Norwegian author Gaute Heivoll’s remarkable amalgam of mystery and memoir revolves around a series of arson fires set in a small village in southern Norway during May and June of 1978. The reader learns the identity of the arsonist quite early in Before I Burn, but it becomes apparent that what really intrigues the author is those affected by the fires—not only the families whose barns and simple homes were reduced to ashes, but also the family of the arsonist.
Heivoll was born in the very village where the fires took place, barely two months before the first one erupted. Throughout his childhood he had heard the stories—as the family car slowly passed “the pyromaniac’s house,” or when his father pointed out the barn that burned down “when you were christened.” Some 30 years later, the stories began to gnaw at his psyche, and Heivoll realized he had to delve into the lingering memories of those still alive to try and piece together the puzzle. By means of interviews, diaries and letters from the arsonist during his years of imprisonment, Heivoll gradually constructs a model of what might have happened during those tense weeks, when residents sat silently on their doorsteps all night hoping to catch the arsonist—described only as tall, thin and probably young by one victim, who glimpsed him through the smoke engulfing her kitchen.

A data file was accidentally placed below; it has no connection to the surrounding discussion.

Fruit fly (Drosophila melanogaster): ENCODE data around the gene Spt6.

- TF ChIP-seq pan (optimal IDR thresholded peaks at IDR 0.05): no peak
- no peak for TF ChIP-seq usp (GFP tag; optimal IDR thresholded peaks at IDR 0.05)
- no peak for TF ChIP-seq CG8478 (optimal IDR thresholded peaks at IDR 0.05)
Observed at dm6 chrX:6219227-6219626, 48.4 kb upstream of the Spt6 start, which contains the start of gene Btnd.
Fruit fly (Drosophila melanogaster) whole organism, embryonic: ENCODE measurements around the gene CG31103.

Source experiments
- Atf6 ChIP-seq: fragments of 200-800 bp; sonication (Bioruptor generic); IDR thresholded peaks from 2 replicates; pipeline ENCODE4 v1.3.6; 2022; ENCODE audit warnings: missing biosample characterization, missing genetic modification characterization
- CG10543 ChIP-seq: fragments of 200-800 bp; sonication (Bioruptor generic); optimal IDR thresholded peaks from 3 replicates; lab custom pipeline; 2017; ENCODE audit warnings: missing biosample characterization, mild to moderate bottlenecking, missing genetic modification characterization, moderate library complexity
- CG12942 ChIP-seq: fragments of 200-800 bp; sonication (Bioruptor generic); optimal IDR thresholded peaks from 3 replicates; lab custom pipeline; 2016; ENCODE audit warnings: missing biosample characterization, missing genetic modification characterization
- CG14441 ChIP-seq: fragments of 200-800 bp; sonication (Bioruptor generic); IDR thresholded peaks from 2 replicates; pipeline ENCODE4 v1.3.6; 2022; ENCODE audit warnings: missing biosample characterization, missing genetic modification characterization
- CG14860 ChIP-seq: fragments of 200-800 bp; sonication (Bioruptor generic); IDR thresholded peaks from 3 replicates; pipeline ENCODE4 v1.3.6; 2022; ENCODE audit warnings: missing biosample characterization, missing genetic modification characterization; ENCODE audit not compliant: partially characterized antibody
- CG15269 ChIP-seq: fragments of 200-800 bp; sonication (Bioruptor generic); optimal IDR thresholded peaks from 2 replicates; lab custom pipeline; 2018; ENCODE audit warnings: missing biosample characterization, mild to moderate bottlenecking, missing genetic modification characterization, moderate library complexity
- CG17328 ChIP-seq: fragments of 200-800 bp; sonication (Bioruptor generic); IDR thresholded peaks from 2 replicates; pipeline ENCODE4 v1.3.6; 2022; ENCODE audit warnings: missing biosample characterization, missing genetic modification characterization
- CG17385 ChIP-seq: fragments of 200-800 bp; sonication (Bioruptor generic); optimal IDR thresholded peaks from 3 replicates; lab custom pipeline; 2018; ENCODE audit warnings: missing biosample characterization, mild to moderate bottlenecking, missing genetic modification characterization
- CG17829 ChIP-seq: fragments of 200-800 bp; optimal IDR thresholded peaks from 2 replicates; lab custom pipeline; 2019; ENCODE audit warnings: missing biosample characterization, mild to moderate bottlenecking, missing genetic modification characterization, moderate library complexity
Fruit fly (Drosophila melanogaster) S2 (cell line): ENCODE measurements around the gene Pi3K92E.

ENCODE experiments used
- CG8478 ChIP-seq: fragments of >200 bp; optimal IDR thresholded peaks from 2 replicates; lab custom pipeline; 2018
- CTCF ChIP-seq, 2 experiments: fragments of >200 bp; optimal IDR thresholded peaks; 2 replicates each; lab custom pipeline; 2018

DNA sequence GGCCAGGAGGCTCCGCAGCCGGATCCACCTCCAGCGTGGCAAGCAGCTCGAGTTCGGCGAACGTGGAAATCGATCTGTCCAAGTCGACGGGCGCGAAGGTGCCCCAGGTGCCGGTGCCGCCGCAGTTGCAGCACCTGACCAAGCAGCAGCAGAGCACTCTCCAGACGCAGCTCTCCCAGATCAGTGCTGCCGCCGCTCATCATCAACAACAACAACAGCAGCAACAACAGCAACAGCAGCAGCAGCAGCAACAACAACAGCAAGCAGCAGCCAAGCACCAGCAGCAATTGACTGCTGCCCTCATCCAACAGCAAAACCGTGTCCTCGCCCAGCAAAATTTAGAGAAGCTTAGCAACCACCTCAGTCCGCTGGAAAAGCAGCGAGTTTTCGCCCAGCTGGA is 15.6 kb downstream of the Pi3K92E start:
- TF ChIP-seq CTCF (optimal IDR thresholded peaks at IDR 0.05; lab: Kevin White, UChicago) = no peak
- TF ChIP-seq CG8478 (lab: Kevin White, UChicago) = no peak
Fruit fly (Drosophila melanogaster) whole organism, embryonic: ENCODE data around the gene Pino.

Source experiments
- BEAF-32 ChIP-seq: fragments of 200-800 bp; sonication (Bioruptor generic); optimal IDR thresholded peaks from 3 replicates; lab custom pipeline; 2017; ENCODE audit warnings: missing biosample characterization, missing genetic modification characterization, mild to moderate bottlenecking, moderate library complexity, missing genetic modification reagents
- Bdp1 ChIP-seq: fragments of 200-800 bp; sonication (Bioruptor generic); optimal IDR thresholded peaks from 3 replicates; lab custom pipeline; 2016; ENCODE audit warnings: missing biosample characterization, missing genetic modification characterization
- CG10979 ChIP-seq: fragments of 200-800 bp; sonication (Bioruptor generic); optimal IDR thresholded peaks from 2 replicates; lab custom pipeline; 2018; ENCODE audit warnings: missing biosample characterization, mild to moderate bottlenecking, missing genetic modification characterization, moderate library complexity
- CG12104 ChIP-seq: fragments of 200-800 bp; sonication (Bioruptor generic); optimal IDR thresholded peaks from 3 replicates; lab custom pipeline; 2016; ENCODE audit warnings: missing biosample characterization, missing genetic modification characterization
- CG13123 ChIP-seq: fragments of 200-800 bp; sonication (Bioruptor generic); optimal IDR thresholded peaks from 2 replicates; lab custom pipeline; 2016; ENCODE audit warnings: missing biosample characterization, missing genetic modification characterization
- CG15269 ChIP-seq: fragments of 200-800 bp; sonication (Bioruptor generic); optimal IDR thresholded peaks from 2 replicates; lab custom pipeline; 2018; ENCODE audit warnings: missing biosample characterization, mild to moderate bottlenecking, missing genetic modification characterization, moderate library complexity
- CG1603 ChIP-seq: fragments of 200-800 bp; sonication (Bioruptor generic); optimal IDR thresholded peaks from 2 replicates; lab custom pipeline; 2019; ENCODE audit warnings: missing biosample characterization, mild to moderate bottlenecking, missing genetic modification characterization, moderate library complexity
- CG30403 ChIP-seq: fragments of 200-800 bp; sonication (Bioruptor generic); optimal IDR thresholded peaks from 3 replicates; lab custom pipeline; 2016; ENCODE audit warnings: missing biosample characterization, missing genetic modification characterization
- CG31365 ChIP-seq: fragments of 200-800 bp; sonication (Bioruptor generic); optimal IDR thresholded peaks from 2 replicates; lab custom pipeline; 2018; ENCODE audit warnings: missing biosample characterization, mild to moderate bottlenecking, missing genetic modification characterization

Readers of Scandinavian mysteries from authors like Henning Mankell, Jo Nesbø or Karin Fossum will surely enjoy Heivoll’s superb sense of place and his depiction of this isolated village, surrounded by forest but still lit almost all night in the middle of summer. Like Fossum, he writes from the viewpoint of all connected to the fires, including the arsonist, adding to the reader’s understanding. And readers of the quiet, piercing prose of Per Petterson, like the acclaimed Out Stealing Horses (2007), will especially appreciate Heivoll’s spare, emotional telling of this life-changing episode.